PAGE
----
1964 Aston Martin DB5 Saloon Registration no. WGR 666 Chassis no. DB5/1453/R Engine no. 400/1427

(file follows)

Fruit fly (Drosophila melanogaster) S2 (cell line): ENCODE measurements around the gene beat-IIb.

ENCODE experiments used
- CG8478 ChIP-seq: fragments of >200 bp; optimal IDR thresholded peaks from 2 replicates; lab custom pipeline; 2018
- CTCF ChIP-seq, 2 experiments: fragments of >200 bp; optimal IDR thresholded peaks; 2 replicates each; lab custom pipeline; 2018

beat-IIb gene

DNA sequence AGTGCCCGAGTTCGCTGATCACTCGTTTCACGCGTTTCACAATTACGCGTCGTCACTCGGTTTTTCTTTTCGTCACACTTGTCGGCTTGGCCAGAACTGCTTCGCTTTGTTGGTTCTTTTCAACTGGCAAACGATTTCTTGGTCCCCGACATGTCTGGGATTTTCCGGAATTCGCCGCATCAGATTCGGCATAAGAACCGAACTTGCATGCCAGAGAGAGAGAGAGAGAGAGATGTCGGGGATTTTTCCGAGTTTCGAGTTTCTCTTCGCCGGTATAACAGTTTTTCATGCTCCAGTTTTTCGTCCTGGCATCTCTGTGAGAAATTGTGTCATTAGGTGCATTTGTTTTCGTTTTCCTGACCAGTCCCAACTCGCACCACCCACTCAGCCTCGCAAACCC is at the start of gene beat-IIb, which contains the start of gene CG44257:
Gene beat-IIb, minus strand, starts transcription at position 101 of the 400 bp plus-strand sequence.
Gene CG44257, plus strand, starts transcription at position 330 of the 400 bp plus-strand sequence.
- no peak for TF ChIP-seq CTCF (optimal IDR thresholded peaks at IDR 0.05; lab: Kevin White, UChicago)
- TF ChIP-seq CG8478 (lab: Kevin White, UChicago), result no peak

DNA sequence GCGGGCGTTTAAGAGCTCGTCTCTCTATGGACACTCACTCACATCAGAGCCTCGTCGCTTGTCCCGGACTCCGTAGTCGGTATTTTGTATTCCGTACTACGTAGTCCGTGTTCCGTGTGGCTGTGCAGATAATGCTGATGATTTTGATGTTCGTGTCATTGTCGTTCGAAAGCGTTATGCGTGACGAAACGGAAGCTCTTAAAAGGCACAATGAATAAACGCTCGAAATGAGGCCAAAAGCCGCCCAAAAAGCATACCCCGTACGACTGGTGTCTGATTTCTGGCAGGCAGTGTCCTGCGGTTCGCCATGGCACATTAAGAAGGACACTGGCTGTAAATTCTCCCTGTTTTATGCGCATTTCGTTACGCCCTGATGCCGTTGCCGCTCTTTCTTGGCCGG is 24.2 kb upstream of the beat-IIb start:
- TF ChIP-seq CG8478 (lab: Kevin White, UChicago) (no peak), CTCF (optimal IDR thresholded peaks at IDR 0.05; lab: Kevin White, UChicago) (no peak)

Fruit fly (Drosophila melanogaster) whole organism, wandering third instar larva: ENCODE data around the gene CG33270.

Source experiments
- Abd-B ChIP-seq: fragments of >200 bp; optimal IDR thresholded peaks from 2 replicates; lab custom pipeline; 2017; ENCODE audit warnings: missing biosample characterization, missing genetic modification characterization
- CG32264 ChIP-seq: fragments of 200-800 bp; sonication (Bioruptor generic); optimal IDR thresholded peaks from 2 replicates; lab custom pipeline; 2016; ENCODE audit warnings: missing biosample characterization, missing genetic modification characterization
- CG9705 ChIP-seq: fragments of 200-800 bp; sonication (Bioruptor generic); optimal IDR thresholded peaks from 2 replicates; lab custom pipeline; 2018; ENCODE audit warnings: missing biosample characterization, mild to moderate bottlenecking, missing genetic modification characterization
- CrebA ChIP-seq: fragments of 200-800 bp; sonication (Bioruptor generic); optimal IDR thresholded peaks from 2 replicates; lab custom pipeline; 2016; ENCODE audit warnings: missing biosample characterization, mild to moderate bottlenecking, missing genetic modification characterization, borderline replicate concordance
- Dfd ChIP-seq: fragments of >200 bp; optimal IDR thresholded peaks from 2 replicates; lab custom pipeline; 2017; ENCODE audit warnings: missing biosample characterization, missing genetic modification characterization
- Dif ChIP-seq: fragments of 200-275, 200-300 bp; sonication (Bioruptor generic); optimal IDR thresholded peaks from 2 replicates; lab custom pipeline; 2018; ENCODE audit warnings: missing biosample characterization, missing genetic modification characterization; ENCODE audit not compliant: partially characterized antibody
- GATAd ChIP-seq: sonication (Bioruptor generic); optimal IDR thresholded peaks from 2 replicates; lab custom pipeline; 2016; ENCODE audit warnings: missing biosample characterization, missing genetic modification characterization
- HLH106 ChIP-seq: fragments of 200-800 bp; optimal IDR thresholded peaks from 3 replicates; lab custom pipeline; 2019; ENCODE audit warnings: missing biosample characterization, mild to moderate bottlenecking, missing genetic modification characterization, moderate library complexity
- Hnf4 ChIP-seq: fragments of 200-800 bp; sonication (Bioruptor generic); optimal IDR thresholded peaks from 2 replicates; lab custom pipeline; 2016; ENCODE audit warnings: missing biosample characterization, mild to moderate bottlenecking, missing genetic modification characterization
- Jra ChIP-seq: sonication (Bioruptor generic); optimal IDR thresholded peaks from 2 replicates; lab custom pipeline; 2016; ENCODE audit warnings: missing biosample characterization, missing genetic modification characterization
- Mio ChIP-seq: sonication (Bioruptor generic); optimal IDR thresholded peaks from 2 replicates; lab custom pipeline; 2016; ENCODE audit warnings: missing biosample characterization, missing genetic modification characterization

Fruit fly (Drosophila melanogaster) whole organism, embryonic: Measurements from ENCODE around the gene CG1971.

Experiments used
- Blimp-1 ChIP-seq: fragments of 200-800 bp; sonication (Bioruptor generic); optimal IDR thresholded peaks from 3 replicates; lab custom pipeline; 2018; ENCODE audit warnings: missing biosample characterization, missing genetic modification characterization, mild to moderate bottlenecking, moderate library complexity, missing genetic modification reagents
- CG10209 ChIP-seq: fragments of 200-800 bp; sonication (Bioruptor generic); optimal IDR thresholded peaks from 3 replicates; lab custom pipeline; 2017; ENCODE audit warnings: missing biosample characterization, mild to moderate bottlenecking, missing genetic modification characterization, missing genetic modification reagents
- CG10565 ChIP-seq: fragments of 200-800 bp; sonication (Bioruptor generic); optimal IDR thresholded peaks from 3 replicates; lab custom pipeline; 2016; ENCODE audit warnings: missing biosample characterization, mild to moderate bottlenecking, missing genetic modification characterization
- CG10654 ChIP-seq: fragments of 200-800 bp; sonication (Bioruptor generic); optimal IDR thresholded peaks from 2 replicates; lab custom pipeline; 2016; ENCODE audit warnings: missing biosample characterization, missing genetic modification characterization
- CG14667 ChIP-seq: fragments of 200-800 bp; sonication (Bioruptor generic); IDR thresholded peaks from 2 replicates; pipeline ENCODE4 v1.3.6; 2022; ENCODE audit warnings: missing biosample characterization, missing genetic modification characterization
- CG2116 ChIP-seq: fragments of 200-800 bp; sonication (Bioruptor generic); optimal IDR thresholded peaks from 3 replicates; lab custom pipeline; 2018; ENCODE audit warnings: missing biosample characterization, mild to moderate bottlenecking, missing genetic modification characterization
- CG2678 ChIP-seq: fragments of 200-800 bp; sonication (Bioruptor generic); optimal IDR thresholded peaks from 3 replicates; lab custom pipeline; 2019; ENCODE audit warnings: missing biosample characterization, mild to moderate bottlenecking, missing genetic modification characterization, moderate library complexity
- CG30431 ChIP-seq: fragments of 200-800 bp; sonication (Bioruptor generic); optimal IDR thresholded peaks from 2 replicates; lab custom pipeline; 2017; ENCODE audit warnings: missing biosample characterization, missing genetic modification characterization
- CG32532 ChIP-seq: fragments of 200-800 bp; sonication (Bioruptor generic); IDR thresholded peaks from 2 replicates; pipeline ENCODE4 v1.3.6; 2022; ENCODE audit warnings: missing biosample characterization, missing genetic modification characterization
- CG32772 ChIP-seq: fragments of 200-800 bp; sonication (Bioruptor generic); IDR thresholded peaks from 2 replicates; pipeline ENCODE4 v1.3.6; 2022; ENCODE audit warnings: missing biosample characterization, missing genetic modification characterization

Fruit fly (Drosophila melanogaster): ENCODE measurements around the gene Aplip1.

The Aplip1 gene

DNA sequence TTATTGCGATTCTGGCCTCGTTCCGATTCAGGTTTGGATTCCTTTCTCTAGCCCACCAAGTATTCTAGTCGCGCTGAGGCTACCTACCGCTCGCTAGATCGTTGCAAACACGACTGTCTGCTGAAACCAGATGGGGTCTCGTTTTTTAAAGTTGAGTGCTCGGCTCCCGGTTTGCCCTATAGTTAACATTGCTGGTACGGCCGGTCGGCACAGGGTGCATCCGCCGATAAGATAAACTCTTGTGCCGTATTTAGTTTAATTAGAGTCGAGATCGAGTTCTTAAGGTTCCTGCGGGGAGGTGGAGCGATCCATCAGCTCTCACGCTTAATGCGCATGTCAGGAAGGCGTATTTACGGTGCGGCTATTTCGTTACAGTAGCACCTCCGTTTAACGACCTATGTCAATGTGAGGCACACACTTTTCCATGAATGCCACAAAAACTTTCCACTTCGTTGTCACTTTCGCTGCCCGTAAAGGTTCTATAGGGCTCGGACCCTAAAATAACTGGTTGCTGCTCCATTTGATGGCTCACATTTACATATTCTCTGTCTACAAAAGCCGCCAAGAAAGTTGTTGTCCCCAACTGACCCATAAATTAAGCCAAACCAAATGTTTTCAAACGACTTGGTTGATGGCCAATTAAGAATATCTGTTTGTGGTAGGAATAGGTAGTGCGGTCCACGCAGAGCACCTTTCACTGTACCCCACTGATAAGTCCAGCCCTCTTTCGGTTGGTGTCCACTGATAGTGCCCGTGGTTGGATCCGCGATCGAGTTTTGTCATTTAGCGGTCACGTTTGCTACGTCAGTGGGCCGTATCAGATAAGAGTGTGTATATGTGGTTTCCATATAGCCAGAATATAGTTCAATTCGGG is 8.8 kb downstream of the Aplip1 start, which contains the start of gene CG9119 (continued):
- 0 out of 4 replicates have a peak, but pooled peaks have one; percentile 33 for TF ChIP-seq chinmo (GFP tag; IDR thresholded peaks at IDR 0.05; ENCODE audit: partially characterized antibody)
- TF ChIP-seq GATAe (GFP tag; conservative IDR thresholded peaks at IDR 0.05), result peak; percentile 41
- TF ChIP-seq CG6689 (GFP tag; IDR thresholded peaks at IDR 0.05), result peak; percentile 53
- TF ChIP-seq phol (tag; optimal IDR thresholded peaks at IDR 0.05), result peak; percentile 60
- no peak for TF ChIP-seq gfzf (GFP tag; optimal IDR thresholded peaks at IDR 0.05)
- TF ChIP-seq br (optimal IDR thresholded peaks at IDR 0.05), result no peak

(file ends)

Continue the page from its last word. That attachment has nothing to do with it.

WGR 666 was purchased by the current owner in 1986. The previous keeper, Gordon Long, acquired the car in 1980 and the logbook indicates that there were three previous owners. A duplicate of the original green logbook records details of three previous owners going back to 1968. The original owner of the car was Pollard & Sons Ltd, of Bury, and while it is not known when the original owner sold the car, it seems likely that it has had no more than half a dozen-or-so owners in its life, the last for 22 years. A selection of expired MoT certificates is provided, recording the mileage when purchased as 33,323 miles (though more probably 133,323!). The current mileage total stands at 47,200. The DB5 was in regular use throughout the late 1980s and early 90s, by which time the mileage had increased to 41,543 miles. During this period the car was used as daily transport and there is a selection of invoices on file for running repairs and work carried out by the previous owner. The Aston was then laid up in 1993 when a full chassis and mechanical renovation was commenced, lasting until 2000/2001 (invoices on file). The engine was fully stripped and rebuilt with new cylinder liners, Cosworth pistons, new torsional vibration damper, unleaded-compatible valves and new timing chains. The camshafts were up-rated to Vantage C specification, the carburettors gas flowed and the entire engine balanced and reassembled. It was noted at the time that the block was unusually sound, with no cracks in the lower liner seating areas and negligible corrosion. At the same time the front and rear suspension systems were completely stripped and re-bushed throughout, the brake system comprehensively rebuilt with overhauled calipers (with stainless-steel pistons), reconditioned servos and master cylinder, new pipes/hoses, handbrake cables and new rear brake discs. The chassis itself was restored with new inner and outer sills, front outriggers, rear jacking points, new door bottoms, engine bay side panels and localised repairs to the rear radius arm mountings. The car was thoroughly rust-proofed after completion of the work. 1453/R returned to the road in 2000 and was used sparingly between 2000 and 2006 when a full cosmetic makeover was commissioned and the body stripped back to bare metal. The aluminium door skins and sills were replaced prior to re-spray, with all this work being undertaken by respected specialist, Morlands. On stripping the paint it was noted that the aluminium bodywork was in an exceptionally straight and undamaged state, the only significant repair required being the replacement of the rear valance. In order to remedy a couple of oil leaks, the engine was stripped, checked and reassembled by Chris Shenton Engineering, and as a precaution a new oil pump chain and tensioner were installed, valves clearances rechecked and the whole engine detailed. A report is available detailing the work and verifying the excellent condition of the engine. On completion, the engine was test run before being reinstalled in the newly detailed engine bay. A new wiring loom has been installed also. Bills for the work under taken by Chris Shenton Engineering totalling approximately £32,000 document this recent renovation. All chromework has been renovated by Derby Plating Services at a cost approaching £6,000, and a new set of chromed wire wheels, new tyres and new windscreen have been fitted. The interior has been re-trimmed in its original-colour leather, and the original West of England cloth headlining replaced together with the interior and boot carpeting. Assorted invoices for parts from marque specialists such as R S Williams, Aston Service Dorest and other specialist suppliers are provided also, indicating further expenditure in the region of £4,000. While the car has been fully restored, it nevertheless retains its original engine, gearbox, rear axle, registration number and colour scheme (pale blue metallic with blue leather and carpets). The majority of the bodywork is original, as are the other fixtures and fittings, as the car has never been allowed to deteriorate to the extent of requiring total reconstruction. The Aston also benefits from a Webasto sunroof fitted in 1967, which makes it particularly light and airy for summer use. Offered with old-style logbook, current road fund licence, MoT to February 2009 and Swansea V5, 1453/R represents a rare opportunity to purchase a DB5 that has been in long term ownership, is in excellent restored condition and possesses a documented history.